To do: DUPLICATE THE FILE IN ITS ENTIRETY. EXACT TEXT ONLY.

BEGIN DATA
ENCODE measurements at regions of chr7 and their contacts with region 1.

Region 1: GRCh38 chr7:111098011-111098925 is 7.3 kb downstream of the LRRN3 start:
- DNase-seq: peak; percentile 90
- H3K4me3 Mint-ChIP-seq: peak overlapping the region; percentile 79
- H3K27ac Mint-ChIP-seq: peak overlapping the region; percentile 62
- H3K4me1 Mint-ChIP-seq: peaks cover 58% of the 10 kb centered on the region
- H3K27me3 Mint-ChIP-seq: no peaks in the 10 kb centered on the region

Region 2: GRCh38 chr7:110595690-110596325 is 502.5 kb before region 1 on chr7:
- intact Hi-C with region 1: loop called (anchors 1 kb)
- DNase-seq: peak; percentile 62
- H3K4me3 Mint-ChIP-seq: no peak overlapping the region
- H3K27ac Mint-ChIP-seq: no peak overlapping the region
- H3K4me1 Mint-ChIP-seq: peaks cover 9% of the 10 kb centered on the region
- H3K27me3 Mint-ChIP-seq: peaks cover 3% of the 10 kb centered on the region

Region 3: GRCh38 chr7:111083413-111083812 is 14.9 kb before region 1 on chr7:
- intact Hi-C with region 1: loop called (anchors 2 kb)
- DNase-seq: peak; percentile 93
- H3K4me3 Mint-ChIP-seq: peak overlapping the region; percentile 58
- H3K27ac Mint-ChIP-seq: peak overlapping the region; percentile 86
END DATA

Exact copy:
ENCODE measurements at regions of chr7 and their contacts with region 1.

Region 1: GRCh38 chr7:111098011-111098925 is 7.3 kb downstream of the LRRN3 start:
- DNase-seq: peak; percentile 90
- H3K4me3 Mint-ChIP-seq: peak overlapping the region; percentile 79
- H3K27ac Mint-ChIP-seq: peak overlapping the region; percentile 62
- H3K4me1 Mint-ChIP-seq: peaks cover 58% of the 10 kb centered on the region
- H3K27me3 Mint-ChIP-seq: no peaks in the 10 kb centered on the region

Region 2: GRCh38 chr7:110595690-110596325 is 502.5 kb before region 1 on chr7:
- intact Hi-C with region 1: loop called (anchors 1 kb)
- DNase-seq: peak; percentile 62
- H3K4me3 Mint-ChIP-seq: no peak overlapping the region
- H3K27ac Mint-ChIP-seq: no peak overlapping the region
- H3K4me1 Mint-ChIP-seq: peaks cover 9% of the 10 kb centered on the region
- H3K27me3 Mint-ChIP-seq: peaks cover 3% of the 10 kb centered on the region

Region 3: GRCh38 chr7:111083413-111083812 is 14.9 kb before region 1 on chr7:
- intact Hi-C with region 1: loop called (anchors 2 kb)
- DNase-seq: peak; percentile 93
- H3K4me3 Mint-ChIP-seq: peak overlapping the region; percentile 58
- H3K27ac Mint-ChIP-seq: peak overlapping the region; percentile 86